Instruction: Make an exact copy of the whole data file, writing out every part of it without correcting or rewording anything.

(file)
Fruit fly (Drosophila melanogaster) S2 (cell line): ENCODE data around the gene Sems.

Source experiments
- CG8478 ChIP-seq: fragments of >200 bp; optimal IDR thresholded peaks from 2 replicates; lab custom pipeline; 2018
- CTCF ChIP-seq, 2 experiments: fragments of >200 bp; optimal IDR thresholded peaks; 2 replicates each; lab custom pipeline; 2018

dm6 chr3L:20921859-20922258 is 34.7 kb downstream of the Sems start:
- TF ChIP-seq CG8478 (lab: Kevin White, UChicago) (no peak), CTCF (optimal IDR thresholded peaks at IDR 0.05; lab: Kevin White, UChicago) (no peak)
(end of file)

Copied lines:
Fruit fly (Drosophila melanogaster) S2 (cell line): ENCODE data around the gene Sems.

Source experiments
- CG8478 ChIP-seq: fragments of >200 bp; optimal IDR thresholded peaks from 2 replicates; lab custom pipeline; 2018
- CTCF ChIP-seq, 2 experiments: fragments of >200 bp; optimal IDR thresholded peaks; 2 replicates each; lab custom pipeline; 2018

dm6 chr3L:20921859-20922258 is 34.7 kb downstream of the Sems start:
- TF ChIP-seq CG8478 (lab: Kevin White, UChicago) (no peak), CTCF (optimal IDR thresholded peaks at IDR 0.05; lab: Kevin White, UChicago) (no peak)